Acacia is so influential to teenage girls that her blog has rollover price tags on what she’s wearing in her selfies. When she talks, her audience listens and there are plenty of other social media celebrities that have established themselves as a trustworthy sources of news.

And here’s the critical difference between traditional media and people like Acacia – major media outlets have reach, social media stars have influence.

Some areas of social media are so influential they can single handedly create an “instant success”. I gave a talk to a social media conference in March last year and made reference to another Australian band whose members happen to be friends of my son. At the time they had done two world tours with One Direction, they had millions of followers on social media and were about to launch their first single. Not one person in the audience had heard of 5 Seconds of Summer, who have since had multiple No.1 hits around the world and whose fans managed to closed down streets in New York for a week so they could watch them perform on Good Morning America.

But I digress, the point is people no longer rely on traditional channels of media to provide them with the information they want to hear. People now choose the news that interests them and they choose the source of that news.

Business is actually perfectly positioned to create the news. Businesses have the incentive to generate good news stories, they have the budget to employ resources to create news and, again from the Edelmen Trust Barometer, the public trusts them to tell the right story.

In the last 15 years we’ve gone from ‘the fall of the celebrity CEO’ and ‘earned media is more credible than advertising” in the beginning of the millennium to now ‘business to lead the debate for change’ and ‘trust is essential to innovation’ – literally “trust us, this is innovative!”

You may feel like I’m harping on about news whereas you have company information – that’s exactly the point. Corporations must now think in terms of creating news items, not distribution corporate information.

Queensland Fire and Emergency Services are an excellent Australian example of brand journalism and the value of this was demonstrated clearly during Tropical Cyclone Marcia last month. QFES have a relatively small media team who were providing news updates, video and images from the affected areas during TC Marcia and even livestreaming of important announcements via their online newsroom and social media channels.

At the peak of the storm on Saturday, their newsroom was visited by around 18,000 unique visitors, many of them being referred to the newsroom from both social and traditional media. One of the techniques QFES employs is to put content onto their newsroom and share the link on their social media properties and that encourages people to get the news from the source. The surprising thing was how many of them were smartphone users – 10,977 to be precise. I say surprising because it shows just how much mobile devices are being used to access news content. This simple fact alone indicates that a huge proportion of the public are prepared to go directly to the source for information rather than traditional news outlets.

Of course, this is a government department and one of significant interest to both the media and the public however it’s important to note, they do not simply rely on disseminating news updates via their newsroom. They also create interesting and engaging stories that serve the media and the public equally well.

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This video has been watched 12000 times so far. It’s got nothing to do with fires or emergencies but it helps establish QFES as a great source of news by encouraging people to visit their newsroom where they have great stories as well as the latest updates.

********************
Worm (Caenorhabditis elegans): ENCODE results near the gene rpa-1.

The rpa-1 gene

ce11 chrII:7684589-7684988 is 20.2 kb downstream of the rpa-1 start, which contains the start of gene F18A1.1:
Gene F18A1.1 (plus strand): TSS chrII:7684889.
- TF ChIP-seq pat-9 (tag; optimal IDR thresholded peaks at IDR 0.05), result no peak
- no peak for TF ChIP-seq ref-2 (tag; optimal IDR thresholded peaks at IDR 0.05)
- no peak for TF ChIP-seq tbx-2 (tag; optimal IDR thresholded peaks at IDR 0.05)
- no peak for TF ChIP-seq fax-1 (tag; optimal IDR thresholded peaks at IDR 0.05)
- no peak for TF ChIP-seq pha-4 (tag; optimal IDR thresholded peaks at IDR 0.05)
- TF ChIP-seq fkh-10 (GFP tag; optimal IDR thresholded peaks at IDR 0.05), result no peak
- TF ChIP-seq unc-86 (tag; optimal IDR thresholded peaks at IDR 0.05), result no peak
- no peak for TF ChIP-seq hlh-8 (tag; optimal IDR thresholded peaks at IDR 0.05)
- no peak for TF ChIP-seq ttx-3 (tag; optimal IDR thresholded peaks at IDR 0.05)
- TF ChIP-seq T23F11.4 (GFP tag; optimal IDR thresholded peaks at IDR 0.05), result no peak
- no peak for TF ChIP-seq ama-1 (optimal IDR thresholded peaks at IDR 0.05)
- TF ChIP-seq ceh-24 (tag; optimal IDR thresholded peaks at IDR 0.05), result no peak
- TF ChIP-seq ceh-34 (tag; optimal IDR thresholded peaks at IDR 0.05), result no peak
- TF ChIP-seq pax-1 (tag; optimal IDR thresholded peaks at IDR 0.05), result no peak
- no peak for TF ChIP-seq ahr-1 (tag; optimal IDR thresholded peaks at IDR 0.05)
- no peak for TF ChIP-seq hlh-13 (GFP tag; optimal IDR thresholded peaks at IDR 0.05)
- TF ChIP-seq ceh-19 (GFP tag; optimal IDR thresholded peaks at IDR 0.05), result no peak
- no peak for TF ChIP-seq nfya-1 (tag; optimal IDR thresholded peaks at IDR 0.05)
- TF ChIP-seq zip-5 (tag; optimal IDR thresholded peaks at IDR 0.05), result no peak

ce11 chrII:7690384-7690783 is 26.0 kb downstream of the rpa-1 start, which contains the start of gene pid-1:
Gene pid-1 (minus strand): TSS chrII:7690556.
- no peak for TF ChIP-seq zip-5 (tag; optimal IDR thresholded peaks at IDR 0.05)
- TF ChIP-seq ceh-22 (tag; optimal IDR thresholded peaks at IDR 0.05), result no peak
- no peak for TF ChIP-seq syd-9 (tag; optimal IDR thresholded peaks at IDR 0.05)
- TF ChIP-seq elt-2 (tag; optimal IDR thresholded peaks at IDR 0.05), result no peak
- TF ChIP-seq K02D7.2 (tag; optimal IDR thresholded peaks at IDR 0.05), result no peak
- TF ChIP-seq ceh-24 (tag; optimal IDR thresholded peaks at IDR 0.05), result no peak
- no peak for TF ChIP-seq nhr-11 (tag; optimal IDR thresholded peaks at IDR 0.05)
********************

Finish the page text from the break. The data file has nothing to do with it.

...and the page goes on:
When it comes to business there are many large corporations who are developing their own in-house media units.

Nissan's corporate story-telling site is Their global media center team has produced all of the content on this site. They have video producers, photographers and writers who are all on the same corporate team in Japan, Nashville and London.

This site delivers product and corporate information that the media team generates. There are multiple examples on Nissan Global that are examples of how modern communications professionals are now retailing news to everyone rather than wholesaling it to the media. I chose this example because I think virtually every PR has written a media release about some kind of corporate sponsorship. This is Nissan’s way of communicating a sponsorship agreement.

This video contains beautiful overlay vision mixed with interesting timelapse shots all tied back to Nissan’s generous support. Above all, it’s a great story.

The final example I’d like to share with you is from Baylor Health. Wieck’s Dallas headquarters helped assisted their PR team in live tweeting a heart transplant procedure, sharing photos, video, and constant updates from the surgical team as well as the family of the patient. This project took months of research, planning, and legal approvals, but it was a huge success. Aside from generating a positive news story for Baylor, this example of brand journalism raised awareness about organ donation and gave some insight into what happens in one of these procedures.

The best part about that video is it’s a news story about news story that created a PR department that generated news via social media. This is NOT a social media case study. This is a PR team using all of the tools at their disposal to create a narrative that people wanted to tell their friends about. That, ladies and gentlemen, is brand journalism.

I should also point out brand journalism is not content marketing. Brand journalism is about how an audience can benefit from content created by the brand whereas content marketing develops content thinking about how the brand can benefit. For a consumer of news, it’s the difference between sharing and selling.

The age of the corporate PR being passive wholesalers is coming to an end. There are too few reporters doing too many stories and occupying too many positions. Couple this with the fundamental shift in trust by the consumers of news towards business and it’s now a requirement that the corporations step up and help them get the news they want.

Brand journalism isn’t the next big thing. It’s happening now and those who have recognized this shift in the way society as a whole consumes news are creating compelling content suitable for both the media and the public.